Record Details

Taylor, Jennifer;Harlow, Peter S;Niukula, Jone
Invasive-Plant Assessment and Weed Management Plan for the Fijian Crested Iguana Sanctuary Island of Yadua Taba, Bua.
Unpublished report to the National Trust of Fiji, Wildlife Conservation Society, and Zoological Parks Board of New South Wales
Brachylophus vitiensis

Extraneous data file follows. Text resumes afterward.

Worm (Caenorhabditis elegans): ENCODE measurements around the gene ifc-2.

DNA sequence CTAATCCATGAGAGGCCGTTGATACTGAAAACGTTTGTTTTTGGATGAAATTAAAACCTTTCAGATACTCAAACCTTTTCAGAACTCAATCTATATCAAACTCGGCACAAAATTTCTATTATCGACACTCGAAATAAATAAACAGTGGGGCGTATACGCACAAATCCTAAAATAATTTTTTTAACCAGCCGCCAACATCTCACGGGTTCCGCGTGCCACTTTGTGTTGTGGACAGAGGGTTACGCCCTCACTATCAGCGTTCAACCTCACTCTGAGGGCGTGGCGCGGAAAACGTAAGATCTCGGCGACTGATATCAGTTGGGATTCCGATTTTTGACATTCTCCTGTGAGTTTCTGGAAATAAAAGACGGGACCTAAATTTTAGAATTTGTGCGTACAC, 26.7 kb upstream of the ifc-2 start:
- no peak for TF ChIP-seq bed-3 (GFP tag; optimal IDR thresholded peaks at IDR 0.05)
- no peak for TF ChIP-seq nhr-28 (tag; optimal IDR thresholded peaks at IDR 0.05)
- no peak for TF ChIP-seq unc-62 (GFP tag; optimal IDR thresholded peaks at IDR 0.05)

The Fijian Crested Iguana Sanctuary on the island of Yadua Taba is administered by the National Trust of Fiji Islands and contains the only viable wild population of Fijian crested iguanas in the world. This makes it the most important wildlife sanctuary in Fiji and of high international significance. A recent vegetation survey identified several invasive plant species of concern and suggested immediate action is required to eradicate and control these species that have the potential to degrade the natural vegetation on Yadua Taba (Olson et al., 2002). In July 2003 we investigated the status of invasive plants on Yadua Taba, and identified a small number of exotic species of concern. We initially prioritized five species that require physical methods of management. Early detection and control may prevent the spread of these species and provides the soundest long-term management strategy. Only one species appears to have the ability to dominate undisturbed native plant communities (rain tree, Samanea saman). The other species requiring management currently do not appear to actively invade undisturbed sites (vaivai, Leucaena leucocephala; Wedelia, Wedelia trilobata; guava, Psidium guajava; and Lantana, Lantana camara). Trial control methods of hand removal, cutting and poisoning were used on experimental sites for the above five invasive species in July 2003. Rain trees were ringbarked and poisoned (with diesel or Glyphosate 360). Vaivai, Lantana and guava were cut off at 20-80 cm above the ground and poisoned. Small Lantana plants were removed by hand. Wedelia was removed by hand and burnt. An assessment of the effectiveness of these techniques was made in May and November 2004, along with further control measures. Our final recommendations for long-term management of invasive weeds on Yadua Taba identify four species that require continued active removal and/or poisoning (rain tree, Wedelia, guava and Lantana) until 2010, when a reassessment should be made. We recommend that two other invasive plants should not be disturbed as we feel that natural forest regeneration will eventually displace and minimise the impact of these species (vaivai and mile-a-minute vine, Mikania micrantha). The importance of raising local awareness of the potential for invasive plants to degrade native vegetation was addressed by a series of meetings and lectures in the village of Denimanu on Yadua. The need to prevent future introductions of unwanted plant species to Yadua (and thus Yadua Taba) was stressed. The National Trust of Fiji Islands is fortunate to have all necessary resources already in place (i.e., a full-time ranger and sanctuary boat) to coordinate and carry out a weed management plan at minimal expense.